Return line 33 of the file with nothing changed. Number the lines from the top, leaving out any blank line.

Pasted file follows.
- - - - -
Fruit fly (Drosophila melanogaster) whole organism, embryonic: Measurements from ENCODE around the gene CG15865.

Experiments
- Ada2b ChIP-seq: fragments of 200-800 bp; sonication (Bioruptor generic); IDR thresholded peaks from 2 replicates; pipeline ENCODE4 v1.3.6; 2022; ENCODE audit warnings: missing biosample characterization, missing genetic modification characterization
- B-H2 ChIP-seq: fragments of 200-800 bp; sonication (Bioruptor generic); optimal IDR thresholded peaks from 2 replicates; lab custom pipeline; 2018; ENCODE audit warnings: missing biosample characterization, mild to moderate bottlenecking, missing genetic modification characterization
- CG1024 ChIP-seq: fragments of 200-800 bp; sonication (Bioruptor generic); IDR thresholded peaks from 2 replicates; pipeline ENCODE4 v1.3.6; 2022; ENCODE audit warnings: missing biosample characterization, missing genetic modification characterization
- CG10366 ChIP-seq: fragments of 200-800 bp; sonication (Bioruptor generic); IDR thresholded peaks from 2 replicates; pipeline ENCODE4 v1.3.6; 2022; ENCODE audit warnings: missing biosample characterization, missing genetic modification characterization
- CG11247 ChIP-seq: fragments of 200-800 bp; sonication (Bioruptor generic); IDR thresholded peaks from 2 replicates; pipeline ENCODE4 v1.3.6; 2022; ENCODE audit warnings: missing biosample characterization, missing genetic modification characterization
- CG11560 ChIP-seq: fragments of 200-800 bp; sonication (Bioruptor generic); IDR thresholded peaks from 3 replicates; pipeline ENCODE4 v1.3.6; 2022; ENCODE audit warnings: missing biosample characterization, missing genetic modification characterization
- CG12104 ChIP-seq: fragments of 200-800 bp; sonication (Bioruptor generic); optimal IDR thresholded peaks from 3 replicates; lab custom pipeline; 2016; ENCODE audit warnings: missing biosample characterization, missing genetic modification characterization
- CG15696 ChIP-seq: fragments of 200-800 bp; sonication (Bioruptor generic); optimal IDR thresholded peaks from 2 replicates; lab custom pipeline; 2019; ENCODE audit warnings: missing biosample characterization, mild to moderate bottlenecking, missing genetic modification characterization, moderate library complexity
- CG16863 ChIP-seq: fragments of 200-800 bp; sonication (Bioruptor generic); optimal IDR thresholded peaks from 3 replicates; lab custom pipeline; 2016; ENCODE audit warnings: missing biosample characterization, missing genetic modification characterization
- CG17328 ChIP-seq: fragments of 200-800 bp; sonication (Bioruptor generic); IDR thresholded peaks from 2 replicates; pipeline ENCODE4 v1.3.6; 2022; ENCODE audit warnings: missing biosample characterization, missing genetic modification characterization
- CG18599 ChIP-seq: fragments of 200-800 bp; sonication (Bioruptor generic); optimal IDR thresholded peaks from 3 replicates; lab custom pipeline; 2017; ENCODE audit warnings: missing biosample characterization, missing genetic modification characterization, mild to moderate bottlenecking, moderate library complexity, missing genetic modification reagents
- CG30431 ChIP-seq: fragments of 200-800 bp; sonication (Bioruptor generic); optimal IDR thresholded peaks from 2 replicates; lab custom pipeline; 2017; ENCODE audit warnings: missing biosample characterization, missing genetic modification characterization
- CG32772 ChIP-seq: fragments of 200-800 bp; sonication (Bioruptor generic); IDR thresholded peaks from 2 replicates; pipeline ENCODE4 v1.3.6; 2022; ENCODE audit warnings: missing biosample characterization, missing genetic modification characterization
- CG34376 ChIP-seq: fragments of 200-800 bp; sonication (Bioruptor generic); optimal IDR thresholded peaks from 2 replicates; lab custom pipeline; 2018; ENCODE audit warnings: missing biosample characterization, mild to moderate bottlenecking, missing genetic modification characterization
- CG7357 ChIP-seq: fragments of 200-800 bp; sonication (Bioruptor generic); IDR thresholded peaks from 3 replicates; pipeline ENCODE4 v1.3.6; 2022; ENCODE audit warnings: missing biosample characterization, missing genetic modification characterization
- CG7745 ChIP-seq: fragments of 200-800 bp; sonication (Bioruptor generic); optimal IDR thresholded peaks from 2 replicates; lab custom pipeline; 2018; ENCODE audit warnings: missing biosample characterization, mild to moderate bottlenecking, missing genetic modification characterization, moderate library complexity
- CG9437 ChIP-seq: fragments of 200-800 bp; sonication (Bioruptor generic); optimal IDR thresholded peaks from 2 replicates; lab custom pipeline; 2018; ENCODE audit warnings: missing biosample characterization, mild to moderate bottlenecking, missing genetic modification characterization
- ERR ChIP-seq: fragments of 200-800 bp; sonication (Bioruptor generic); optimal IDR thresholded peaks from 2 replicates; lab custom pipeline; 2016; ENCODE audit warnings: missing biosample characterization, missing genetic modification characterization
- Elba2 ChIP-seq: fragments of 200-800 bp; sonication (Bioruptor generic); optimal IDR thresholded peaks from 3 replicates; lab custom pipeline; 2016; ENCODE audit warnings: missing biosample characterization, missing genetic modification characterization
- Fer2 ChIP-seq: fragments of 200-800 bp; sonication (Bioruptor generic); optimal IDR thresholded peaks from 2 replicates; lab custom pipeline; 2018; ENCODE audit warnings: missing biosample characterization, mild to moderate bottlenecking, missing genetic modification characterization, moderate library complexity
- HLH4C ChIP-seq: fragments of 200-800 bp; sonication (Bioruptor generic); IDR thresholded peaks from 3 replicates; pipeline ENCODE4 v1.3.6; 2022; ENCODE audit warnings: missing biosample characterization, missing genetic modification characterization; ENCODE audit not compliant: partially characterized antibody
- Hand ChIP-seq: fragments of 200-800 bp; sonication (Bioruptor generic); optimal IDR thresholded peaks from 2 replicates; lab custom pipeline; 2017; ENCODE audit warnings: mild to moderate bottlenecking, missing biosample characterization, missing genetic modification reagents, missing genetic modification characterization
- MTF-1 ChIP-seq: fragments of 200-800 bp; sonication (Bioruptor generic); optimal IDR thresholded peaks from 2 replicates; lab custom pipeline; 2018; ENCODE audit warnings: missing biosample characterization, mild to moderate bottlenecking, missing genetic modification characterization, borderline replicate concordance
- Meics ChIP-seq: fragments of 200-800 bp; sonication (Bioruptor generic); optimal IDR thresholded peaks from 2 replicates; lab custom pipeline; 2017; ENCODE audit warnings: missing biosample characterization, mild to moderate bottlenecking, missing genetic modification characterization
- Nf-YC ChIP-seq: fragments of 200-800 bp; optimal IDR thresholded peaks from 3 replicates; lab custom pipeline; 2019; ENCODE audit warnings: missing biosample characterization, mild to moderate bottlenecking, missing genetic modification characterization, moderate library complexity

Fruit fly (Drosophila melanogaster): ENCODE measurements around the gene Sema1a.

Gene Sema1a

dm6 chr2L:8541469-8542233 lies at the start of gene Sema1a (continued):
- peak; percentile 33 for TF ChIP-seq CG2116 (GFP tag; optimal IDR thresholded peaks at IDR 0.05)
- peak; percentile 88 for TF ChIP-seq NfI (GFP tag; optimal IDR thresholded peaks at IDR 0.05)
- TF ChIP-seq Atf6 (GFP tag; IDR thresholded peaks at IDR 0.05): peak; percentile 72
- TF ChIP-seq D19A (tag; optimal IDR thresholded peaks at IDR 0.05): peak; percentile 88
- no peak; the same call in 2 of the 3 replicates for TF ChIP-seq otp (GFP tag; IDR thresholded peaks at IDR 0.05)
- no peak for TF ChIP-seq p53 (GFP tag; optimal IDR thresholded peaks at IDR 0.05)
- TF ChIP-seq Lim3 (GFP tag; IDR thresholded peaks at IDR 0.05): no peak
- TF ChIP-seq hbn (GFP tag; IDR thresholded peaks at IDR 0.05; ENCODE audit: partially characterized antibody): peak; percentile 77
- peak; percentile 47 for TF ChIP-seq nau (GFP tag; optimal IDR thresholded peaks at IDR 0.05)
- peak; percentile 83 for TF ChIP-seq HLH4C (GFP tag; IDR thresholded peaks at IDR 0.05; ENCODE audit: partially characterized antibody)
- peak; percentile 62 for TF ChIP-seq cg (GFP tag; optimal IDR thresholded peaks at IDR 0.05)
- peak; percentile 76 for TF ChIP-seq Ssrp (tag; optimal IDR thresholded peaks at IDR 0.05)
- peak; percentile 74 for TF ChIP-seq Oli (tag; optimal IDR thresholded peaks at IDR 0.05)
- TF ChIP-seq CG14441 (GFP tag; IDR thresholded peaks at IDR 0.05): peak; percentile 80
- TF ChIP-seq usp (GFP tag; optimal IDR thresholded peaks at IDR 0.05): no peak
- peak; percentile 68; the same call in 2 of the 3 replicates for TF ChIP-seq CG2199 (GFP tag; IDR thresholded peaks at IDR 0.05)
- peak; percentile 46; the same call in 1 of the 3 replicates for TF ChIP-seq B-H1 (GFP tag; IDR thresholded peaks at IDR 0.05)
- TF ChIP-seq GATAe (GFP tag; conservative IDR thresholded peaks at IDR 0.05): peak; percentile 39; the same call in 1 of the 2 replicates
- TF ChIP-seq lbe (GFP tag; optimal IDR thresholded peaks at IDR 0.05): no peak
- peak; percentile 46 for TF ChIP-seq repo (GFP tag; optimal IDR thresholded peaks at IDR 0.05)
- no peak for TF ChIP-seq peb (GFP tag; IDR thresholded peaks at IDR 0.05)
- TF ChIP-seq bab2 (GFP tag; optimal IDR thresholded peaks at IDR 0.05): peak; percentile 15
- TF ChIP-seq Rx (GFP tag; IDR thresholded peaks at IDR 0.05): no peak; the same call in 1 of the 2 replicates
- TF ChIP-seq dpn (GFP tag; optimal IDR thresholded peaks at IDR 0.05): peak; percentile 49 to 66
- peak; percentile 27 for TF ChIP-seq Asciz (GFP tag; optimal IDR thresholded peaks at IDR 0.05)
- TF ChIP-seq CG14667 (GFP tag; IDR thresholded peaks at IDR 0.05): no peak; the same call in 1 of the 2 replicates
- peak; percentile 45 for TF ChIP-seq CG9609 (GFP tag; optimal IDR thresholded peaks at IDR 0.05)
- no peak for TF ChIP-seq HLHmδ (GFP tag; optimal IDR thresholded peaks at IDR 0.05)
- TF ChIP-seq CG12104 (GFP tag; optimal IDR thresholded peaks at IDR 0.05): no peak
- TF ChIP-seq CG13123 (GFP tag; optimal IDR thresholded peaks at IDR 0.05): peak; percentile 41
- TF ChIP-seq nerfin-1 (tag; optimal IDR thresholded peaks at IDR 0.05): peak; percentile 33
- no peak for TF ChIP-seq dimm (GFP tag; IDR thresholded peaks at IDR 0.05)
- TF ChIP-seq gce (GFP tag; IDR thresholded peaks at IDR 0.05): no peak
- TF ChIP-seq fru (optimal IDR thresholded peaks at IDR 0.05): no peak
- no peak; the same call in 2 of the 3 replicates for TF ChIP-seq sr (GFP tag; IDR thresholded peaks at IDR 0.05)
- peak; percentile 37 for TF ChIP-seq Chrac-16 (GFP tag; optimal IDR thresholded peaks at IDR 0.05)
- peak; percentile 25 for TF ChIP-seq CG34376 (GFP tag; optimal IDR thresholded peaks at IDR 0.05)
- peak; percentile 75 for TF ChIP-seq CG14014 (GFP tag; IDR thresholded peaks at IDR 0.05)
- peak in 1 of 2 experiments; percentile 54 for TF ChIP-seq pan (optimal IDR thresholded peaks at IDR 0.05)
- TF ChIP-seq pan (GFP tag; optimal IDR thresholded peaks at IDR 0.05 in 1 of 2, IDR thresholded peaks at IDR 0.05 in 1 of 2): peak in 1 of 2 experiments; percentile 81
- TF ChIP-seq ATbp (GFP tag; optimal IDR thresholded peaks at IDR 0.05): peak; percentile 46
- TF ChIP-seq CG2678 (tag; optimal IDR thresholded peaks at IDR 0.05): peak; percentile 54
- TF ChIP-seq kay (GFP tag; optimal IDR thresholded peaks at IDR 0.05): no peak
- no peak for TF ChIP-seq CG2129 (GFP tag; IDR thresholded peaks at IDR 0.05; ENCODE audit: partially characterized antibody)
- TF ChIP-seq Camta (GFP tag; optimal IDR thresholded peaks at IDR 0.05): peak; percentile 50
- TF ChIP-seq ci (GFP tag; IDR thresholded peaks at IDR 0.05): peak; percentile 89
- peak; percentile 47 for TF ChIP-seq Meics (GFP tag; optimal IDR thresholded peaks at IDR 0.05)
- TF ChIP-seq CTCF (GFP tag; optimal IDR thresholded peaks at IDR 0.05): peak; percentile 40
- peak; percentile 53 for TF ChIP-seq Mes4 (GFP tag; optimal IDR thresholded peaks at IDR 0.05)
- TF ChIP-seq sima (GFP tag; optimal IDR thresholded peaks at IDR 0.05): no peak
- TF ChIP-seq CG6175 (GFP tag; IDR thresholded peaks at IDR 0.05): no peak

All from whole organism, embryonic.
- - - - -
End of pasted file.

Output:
- TF ChIP-seq Atf6 (GFP tag; IDR thresholded peaks at IDR 0.05): peak; percentile 72